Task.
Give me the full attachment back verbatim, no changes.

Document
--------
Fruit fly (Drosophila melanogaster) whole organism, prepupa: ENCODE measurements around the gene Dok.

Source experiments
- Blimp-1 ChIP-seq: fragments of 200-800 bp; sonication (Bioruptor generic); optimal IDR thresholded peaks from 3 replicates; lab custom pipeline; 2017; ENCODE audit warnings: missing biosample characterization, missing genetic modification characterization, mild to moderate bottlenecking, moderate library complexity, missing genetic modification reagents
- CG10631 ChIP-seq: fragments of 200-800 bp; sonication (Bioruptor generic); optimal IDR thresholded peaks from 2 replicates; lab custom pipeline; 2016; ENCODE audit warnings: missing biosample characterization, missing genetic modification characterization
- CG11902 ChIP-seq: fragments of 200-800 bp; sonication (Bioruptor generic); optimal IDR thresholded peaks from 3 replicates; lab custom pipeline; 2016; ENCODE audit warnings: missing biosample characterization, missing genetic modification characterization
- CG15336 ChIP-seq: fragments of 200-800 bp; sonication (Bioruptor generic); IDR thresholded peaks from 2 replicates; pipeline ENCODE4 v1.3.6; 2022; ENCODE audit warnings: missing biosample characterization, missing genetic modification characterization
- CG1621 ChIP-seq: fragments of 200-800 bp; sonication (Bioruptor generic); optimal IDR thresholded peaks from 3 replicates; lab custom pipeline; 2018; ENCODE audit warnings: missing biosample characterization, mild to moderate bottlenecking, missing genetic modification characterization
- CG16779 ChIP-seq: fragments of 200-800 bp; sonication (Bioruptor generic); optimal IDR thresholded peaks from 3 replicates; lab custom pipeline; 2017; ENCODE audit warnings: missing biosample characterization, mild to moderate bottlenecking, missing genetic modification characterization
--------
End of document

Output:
Fruit fly (Drosophila melanogaster) whole organism, prepupa: ENCODE measurements around the gene Dok.

Source experiments
- Blimp-1 ChIP-seq: fragments of 200-800 bp; sonication (Bioruptor generic); optimal IDR thresholded peaks from 3 replicates; lab custom pipeline; 2017; ENCODE audit warnings: missing biosample characterization, missing genetic modification characterization, mild to moderate bottlenecking, moderate library complexity, missing genetic modification reagents
- CG10631 ChIP-seq: fragments of 200-800 bp; sonication (Bioruptor generic); optimal IDR thresholded peaks from 2 replicates; lab custom pipeline; 2016; ENCODE audit warnings: missing biosample characterization, missing genetic modification characterization
- CG11902 ChIP-seq: fragments of 200-800 bp; sonication (Bioruptor generic); optimal IDR thresholded peaks from 3 replicates; lab custom pipeline; 2016; ENCODE audit warnings: missing biosample characterization, missing genetic modification characterization
- CG15336 ChIP-seq: fragments of 200-800 bp; sonication (Bioruptor generic); IDR thresholded peaks from 2 replicates; pipeline ENCODE4 v1.3.6; 2022; ENCODE audit warnings: missing biosample characterization, missing genetic modification characterization
- CG1621 ChIP-seq: fragments of 200-800 bp; sonication (Bioruptor generic); optimal IDR thresholded peaks from 3 replicates; lab custom pipeline; 2018; ENCODE audit warnings: missing biosample characterization, mild to moderate bottlenecking, missing genetic modification characterization
- CG16779 ChIP-seq: fragments of 200-800 bp; sonication (Bioruptor generic); optimal IDR thresholded peaks from 3 replicates; lab custom pipeline; 2017; ENCODE audit warnings: missing biosample characterization, mild to moderate bottlenecking, missing genetic modification characterization